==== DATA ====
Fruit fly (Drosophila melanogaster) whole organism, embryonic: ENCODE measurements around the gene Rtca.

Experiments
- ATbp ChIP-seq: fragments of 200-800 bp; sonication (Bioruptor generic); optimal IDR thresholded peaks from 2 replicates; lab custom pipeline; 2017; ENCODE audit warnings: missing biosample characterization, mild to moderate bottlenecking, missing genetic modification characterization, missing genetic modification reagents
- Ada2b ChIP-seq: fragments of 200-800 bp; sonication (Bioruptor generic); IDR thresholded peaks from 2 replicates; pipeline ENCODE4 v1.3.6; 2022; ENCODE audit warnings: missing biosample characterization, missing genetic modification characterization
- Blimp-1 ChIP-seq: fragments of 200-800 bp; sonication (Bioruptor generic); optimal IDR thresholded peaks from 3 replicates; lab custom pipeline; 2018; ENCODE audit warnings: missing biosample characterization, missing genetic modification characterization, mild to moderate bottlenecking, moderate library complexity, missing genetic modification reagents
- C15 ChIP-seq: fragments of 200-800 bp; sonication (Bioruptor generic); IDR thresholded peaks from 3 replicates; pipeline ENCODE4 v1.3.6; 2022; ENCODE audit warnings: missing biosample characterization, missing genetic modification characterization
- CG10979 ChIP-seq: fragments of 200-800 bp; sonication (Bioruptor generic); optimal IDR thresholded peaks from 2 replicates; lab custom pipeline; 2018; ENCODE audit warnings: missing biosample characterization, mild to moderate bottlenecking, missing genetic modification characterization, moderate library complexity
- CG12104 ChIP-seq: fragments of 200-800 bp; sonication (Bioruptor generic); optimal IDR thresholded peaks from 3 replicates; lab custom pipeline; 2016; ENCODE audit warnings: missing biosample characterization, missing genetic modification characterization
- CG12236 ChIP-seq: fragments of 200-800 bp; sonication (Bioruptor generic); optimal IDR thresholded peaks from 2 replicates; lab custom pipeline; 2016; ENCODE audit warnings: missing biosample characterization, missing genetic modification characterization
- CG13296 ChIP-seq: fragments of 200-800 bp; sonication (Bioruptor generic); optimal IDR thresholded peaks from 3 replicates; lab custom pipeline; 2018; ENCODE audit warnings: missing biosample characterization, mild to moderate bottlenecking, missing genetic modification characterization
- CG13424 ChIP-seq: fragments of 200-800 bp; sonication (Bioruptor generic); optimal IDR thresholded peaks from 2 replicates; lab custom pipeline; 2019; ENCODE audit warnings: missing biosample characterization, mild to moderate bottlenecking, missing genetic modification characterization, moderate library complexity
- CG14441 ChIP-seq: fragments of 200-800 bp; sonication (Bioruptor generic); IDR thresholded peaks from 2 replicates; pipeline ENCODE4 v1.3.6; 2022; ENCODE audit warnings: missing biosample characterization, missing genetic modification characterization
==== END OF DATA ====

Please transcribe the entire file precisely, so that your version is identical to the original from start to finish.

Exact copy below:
Fruit fly (Drosophila melanogaster) whole organism, embryonic: ENCODE measurements around the gene Rtca.

Experiments
- ATbp ChIP-seq: fragments of 200-800 bp; sonication (Bioruptor generic); optimal IDR thresholded peaks from 2 replicates; lab custom pipeline; 2017; ENCODE audit warnings: missing biosample characterization, mild to moderate bottlenecking, missing genetic modification characterization, missing genetic modification reagents
- Ada2b ChIP-seq: fragments of 200-800 bp; sonication (Bioruptor generic); IDR thresholded peaks from 2 replicates; pipeline ENCODE4 v1.3.6; 2022; ENCODE audit warnings: missing biosample characterization, missing genetic modification characterization
- Blimp-1 ChIP-seq: fragments of 200-800 bp; sonication (Bioruptor generic); optimal IDR thresholded peaks from 3 replicates; lab custom pipeline; 2018; ENCODE audit warnings: missing biosample characterization, missing genetic modification characterization, mild to moderate bottlenecking, moderate library complexity, missing genetic modification reagents
- C15 ChIP-seq: fragments of 200-800 bp; sonication (Bioruptor generic); IDR thresholded peaks from 3 replicates; pipeline ENCODE4 v1.3.6; 2022; ENCODE audit warnings: missing biosample characterization, missing genetic modification characterization
- CG10979 ChIP-seq: fragments of 200-800 bp; sonication (Bioruptor generic); optimal IDR thresholded peaks from 2 replicates; lab custom pipeline; 2018; ENCODE audit warnings: missing biosample characterization, mild to moderate bottlenecking, missing genetic modification characterization, moderate library complexity
- CG12104 ChIP-seq: fragments of 200-800 bp; sonication (Bioruptor generic); optimal IDR thresholded peaks from 3 replicates; lab custom pipeline; 2016; ENCODE audit warnings: missing biosample characterization, missing genetic modification characterization
- CG12236 ChIP-seq: fragments of 200-800 bp; sonication (Bioruptor generic); optimal IDR thresholded peaks from 2 replicates; lab custom pipeline; 2016; ENCODE audit warnings: missing biosample characterization, missing genetic modification characterization
- CG13296 ChIP-seq: fragments of 200-800 bp; sonication (Bioruptor generic); optimal IDR thresholded peaks from 3 replicates; lab custom pipeline; 2018; ENCODE audit warnings: missing biosample characterization, mild to moderate bottlenecking, missing genetic modification characterization
- CG13424 ChIP-seq: fragments of 200-800 bp; sonication (Bioruptor generic); optimal IDR thresholded peaks from 2 replicates; lab custom pipeline; 2019; ENCODE audit warnings: missing biosample characterization, mild to moderate bottlenecking, missing genetic modification characterization, moderate library complexity
- CG14441 ChIP-seq: fragments of 200-800 bp; sonication (Bioruptor generic); IDR thresholded peaks from 2 replicates; pipeline ENCODE4 v1.3.6; 2022; ENCODE audit warnings: missing biosample characterization, missing genetic modification characterization